Crude oil prices have been drifting close to their lows this year, causing oil-producing nations to worry about another leg lower and potentially weaker economic growth. With the Organization of Petroleum Exporting Countries (OPEC) gearing up for a much-awaited announcement next week, forex market watchers can’t seem to stop talking about a potential cut in production and its likely effect on the Canadian dollar.
Huh? What does oil have to do with the Loonie?
If you’re a newbie forex trader just tuning in, lemme give you a quick rundown on why crude oil prices typically affect the Canadian dollar. As discussed in our School of Pipsology section on Intermarket Correlations, Canada is one of the top producers of oil in the world and its economy relies heavily on its energy exports.
Oil diggers in Canada are then able to rake in higher profits when prices are up, encouraging them to boost production and hiring, thereby allowing the economy to function smoothly like a well-oiled machine. On the other hand, falling oil prices mean lower revenues and an economic slowdown like what’s happening in Canada lately, which isn’t too good for the Loonie.
What’s been happening lately?
Industry reports have been coming in mixed, with some suggesting that oil demand could weaken next year and others easing fears of a supply glut. Earlier this month, the International Energy Agency (IEA) predicted that global oil demand would slow further in 2016 to just 1.2 million barrels per day due mostly to the downturn in Asian powerhouse China.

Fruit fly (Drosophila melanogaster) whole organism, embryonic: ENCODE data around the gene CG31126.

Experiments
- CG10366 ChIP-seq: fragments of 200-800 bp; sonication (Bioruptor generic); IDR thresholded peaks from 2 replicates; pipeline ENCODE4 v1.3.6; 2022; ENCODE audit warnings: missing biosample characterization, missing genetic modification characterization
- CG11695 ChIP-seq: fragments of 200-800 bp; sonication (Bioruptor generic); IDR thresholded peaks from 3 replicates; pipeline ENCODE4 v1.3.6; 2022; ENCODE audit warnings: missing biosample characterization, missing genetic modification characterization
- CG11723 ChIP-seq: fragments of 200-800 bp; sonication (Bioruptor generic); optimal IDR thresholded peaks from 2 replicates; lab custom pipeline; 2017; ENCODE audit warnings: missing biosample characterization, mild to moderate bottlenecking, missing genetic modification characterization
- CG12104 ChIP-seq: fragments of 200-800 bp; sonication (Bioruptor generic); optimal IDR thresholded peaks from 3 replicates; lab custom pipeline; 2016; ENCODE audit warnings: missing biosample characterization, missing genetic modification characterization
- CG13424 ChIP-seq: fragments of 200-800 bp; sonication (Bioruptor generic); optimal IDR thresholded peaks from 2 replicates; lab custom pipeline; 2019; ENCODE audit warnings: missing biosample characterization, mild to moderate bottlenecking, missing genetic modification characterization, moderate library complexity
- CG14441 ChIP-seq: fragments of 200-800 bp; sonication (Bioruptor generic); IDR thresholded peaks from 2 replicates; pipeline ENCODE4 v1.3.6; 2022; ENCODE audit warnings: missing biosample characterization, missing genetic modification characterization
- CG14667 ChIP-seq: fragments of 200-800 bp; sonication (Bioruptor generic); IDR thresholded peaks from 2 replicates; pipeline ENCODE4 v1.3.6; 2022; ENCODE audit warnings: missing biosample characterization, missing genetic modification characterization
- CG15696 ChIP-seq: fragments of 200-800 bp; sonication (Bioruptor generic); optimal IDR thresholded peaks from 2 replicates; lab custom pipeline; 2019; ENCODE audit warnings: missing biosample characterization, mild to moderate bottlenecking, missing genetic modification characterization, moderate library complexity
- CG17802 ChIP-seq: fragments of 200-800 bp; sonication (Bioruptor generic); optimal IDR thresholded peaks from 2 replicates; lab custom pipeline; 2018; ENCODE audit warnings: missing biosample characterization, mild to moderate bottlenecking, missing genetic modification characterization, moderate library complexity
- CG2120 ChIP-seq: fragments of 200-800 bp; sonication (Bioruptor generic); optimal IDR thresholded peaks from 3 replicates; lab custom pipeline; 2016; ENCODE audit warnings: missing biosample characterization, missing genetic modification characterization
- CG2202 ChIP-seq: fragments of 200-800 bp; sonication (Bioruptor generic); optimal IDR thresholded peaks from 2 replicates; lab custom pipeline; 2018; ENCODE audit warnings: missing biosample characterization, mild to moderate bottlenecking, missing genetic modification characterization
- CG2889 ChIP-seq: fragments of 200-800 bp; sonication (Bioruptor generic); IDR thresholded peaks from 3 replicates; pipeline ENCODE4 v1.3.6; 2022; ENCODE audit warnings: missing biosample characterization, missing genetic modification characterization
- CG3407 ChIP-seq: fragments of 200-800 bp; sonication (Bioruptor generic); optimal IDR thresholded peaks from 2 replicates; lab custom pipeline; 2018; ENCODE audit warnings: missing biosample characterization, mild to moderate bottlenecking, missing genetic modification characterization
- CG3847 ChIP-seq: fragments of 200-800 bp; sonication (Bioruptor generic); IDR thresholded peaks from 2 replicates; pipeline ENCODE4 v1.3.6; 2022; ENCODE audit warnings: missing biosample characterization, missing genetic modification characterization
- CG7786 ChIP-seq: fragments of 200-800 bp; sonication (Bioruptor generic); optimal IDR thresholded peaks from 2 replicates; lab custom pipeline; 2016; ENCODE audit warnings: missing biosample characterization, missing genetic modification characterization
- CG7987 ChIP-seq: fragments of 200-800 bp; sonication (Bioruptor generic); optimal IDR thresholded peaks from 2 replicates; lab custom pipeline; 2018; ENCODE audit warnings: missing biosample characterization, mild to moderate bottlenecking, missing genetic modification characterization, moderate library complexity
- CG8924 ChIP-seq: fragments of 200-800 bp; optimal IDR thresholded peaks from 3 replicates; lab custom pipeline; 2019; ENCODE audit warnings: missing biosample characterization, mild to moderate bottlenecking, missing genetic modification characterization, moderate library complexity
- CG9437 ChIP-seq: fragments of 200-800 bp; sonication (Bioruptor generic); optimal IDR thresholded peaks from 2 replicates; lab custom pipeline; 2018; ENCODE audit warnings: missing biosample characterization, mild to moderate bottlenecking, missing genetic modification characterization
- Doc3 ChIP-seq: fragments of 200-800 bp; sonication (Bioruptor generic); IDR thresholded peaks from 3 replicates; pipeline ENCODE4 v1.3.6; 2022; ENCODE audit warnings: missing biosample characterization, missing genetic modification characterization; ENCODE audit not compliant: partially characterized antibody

Meanwhile, news of oil rig cuts in the U.S. affected the other side of the oil price equation, hinting at a potential reduction in supply. In addition, analysts speculated that airstrikes near ISIS-controlled oil fields in Syria might put a bit of a dent on production, keeping prices supported as well.
So far, WTI crude oil has broken below a near-term support level at $44/barrel last week and is bouncing back and forth between $40-42/barrel. Brent crude oil is also in consolidation mode at $44-45/barrel, also edging close to its 2015 lows near $42/barrel.
So what will the OPEC do next?
Market watchers are now turning their attention to the upcoming OPEC statement, during which the heads of the oil cartel are expected to announce their target production levels. Keep in mind, though, that the gang has refrained from announcing supply cuts throughout the oil industry slump this year so it’s likely that they’re sticking to their guns again.
Of course some of the member nations have been urging for a collective reduction in oil production, which could then allow prices to regain ground. However, top dog Saudi Arabia has been pretty stubborn, insisting on maintaining their level of production in order to retain its competitiveness and market share.
Some analysts say that this meeting might turn out differently, as Saudi Arabia is already feeling a lot of pain from the oil price slump, possibly convincing them to shift their hardline stance. Their economy is also reeling from lower oil industry revenues, forcing their government to curb infrastructure spending due to growing budget deficits.
Besides, Saudi Arabia’s plan of driving some of its competition out of the market already seems to be playing out, as several U.S. oil rigs have recently been shut down on the lack of profitability. With that, it wouldn’t do much harm for the OPEC to announce and oil production cut and allow the Loonie to recover against its forex peers.